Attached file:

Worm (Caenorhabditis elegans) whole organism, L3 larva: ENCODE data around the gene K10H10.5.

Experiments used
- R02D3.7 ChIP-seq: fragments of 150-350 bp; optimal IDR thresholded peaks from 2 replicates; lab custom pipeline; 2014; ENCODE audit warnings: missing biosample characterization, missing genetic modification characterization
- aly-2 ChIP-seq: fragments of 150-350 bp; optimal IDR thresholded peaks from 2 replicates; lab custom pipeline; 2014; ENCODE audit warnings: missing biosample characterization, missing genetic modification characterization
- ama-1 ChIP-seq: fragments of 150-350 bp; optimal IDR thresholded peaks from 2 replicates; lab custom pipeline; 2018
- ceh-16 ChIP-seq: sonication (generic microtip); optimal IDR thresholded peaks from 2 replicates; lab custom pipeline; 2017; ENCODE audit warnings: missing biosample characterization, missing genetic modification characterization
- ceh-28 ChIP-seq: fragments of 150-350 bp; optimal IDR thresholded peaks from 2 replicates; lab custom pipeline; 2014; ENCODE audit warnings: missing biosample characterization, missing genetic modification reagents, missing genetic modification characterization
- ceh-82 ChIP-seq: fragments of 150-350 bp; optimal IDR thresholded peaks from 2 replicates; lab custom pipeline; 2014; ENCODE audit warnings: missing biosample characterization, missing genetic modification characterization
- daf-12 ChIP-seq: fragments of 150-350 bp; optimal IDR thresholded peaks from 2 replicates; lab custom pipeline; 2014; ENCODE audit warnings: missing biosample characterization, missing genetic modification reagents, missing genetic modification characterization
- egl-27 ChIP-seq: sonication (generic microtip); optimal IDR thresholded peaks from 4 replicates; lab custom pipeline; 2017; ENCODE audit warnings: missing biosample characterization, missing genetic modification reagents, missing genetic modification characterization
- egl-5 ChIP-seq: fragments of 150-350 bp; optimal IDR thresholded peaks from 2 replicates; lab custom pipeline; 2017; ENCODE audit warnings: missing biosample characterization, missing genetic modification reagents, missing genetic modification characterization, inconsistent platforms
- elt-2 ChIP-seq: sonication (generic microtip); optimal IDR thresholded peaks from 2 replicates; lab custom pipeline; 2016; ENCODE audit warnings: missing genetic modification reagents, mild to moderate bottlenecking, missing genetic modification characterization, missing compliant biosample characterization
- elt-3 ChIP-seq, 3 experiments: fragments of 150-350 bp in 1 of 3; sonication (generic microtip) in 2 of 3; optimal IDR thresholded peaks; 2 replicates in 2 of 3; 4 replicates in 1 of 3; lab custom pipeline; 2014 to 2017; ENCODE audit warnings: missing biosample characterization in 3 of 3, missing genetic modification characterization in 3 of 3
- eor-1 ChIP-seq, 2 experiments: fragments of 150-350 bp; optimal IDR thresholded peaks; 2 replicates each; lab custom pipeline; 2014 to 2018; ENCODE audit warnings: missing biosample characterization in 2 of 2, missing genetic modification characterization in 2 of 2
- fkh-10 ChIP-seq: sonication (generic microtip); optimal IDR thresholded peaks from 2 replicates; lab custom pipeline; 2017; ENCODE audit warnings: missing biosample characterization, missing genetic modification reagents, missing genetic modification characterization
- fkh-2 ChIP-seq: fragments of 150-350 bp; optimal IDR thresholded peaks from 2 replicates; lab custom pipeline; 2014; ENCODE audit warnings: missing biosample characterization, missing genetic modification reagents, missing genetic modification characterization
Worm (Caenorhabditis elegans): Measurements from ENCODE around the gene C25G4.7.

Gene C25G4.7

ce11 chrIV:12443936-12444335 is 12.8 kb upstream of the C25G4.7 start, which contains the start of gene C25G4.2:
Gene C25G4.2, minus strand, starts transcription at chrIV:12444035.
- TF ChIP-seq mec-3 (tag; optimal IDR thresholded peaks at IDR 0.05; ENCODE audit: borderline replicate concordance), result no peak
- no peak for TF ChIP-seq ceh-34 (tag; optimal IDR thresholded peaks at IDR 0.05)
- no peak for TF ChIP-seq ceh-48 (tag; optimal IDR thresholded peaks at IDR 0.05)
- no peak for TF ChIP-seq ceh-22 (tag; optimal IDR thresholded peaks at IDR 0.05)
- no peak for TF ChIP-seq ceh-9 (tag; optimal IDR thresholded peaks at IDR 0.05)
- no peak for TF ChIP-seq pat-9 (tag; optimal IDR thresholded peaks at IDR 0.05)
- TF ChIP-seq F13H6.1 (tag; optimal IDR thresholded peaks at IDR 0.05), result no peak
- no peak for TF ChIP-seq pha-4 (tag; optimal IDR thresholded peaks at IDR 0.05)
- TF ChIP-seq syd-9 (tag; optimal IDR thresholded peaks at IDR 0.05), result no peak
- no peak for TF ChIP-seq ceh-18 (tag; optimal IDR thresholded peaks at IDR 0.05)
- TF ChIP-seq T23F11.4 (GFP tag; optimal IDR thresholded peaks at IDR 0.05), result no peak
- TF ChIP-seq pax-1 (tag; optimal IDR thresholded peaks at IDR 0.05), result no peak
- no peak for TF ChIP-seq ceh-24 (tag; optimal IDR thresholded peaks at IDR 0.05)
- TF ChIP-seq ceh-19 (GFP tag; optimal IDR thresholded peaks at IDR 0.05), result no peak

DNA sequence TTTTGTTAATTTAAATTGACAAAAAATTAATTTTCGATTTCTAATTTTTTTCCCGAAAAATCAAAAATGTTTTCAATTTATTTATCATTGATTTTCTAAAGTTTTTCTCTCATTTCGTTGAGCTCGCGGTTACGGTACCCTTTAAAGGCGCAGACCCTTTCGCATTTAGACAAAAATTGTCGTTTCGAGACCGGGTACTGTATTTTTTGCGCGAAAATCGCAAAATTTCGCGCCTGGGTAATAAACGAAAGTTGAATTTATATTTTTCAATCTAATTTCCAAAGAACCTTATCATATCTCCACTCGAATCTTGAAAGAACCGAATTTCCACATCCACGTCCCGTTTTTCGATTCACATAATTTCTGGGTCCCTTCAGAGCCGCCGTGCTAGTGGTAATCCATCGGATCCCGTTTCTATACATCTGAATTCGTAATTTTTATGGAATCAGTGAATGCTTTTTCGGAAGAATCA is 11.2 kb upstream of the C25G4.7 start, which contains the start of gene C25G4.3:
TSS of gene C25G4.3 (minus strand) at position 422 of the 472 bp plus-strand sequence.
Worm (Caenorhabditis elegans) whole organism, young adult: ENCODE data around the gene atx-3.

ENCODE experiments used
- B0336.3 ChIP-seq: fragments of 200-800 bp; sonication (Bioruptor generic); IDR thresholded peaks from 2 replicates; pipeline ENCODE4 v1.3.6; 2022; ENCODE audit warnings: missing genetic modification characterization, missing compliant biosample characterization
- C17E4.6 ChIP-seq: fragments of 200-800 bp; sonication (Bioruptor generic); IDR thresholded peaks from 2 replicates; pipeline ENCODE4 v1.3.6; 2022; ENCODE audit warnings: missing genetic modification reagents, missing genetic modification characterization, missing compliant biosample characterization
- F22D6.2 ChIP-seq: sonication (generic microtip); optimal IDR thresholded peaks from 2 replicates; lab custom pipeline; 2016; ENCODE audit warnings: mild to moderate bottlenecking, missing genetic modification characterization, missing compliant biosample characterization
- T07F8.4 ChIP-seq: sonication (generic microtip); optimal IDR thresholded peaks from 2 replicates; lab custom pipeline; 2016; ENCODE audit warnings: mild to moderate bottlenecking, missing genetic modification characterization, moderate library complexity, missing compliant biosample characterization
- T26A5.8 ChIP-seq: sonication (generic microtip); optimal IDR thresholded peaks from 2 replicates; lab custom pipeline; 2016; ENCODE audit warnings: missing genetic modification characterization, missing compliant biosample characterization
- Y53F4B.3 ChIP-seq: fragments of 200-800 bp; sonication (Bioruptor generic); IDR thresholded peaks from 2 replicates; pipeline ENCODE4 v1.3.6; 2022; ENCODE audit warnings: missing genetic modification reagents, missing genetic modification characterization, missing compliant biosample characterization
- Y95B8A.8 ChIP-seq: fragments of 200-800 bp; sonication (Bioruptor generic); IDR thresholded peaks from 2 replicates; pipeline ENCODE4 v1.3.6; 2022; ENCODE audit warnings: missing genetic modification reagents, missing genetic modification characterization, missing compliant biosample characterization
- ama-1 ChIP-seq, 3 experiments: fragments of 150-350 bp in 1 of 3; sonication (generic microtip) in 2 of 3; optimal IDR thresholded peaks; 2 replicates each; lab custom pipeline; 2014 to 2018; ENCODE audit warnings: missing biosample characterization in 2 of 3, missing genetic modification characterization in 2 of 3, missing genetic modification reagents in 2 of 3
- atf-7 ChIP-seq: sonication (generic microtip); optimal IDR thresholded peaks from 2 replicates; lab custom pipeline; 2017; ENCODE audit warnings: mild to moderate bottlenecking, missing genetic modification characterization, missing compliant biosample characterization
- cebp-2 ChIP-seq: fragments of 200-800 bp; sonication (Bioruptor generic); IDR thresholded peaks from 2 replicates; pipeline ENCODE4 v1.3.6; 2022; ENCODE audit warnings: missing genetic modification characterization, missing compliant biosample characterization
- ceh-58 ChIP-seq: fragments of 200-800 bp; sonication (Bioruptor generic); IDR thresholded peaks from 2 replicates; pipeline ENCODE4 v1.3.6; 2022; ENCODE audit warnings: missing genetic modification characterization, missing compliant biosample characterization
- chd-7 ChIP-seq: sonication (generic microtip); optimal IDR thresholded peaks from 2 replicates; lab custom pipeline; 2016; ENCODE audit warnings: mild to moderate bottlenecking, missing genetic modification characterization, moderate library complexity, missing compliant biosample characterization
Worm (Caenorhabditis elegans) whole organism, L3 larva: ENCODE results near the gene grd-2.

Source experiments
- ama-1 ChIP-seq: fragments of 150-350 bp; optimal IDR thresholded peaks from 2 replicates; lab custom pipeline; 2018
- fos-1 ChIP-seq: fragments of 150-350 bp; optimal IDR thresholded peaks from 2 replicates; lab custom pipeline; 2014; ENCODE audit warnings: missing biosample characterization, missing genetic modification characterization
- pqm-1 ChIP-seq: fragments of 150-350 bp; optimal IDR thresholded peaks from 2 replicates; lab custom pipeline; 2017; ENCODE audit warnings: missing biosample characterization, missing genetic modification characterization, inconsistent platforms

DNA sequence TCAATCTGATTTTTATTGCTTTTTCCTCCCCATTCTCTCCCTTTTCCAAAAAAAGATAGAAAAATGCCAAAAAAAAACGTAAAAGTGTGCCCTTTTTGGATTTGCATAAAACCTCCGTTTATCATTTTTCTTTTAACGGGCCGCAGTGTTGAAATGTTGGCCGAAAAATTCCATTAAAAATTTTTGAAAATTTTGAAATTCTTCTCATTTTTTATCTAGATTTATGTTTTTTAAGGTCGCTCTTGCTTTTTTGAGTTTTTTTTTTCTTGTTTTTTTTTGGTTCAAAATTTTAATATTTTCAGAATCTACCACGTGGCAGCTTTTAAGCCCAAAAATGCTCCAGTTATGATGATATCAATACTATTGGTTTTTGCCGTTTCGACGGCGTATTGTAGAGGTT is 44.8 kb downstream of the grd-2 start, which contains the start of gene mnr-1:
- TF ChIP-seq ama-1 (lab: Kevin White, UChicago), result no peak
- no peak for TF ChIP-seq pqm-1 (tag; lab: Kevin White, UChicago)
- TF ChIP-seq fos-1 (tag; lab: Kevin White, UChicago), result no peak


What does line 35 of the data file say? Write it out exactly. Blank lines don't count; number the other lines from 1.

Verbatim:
DNA sequence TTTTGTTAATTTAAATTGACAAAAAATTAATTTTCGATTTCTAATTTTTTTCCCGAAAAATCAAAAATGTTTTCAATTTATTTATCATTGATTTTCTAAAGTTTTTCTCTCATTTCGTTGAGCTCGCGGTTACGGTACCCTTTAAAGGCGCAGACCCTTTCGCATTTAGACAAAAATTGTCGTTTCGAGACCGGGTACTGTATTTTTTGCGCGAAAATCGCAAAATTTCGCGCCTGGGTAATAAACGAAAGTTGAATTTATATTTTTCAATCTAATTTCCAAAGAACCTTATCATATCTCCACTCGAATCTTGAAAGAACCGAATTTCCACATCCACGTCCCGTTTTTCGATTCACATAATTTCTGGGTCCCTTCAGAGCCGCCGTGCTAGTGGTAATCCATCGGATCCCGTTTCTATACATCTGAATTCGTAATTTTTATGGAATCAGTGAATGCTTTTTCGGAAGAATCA is 11.2 kb upstream of the C25G4.7 start, which contains the start of gene C25G4.3: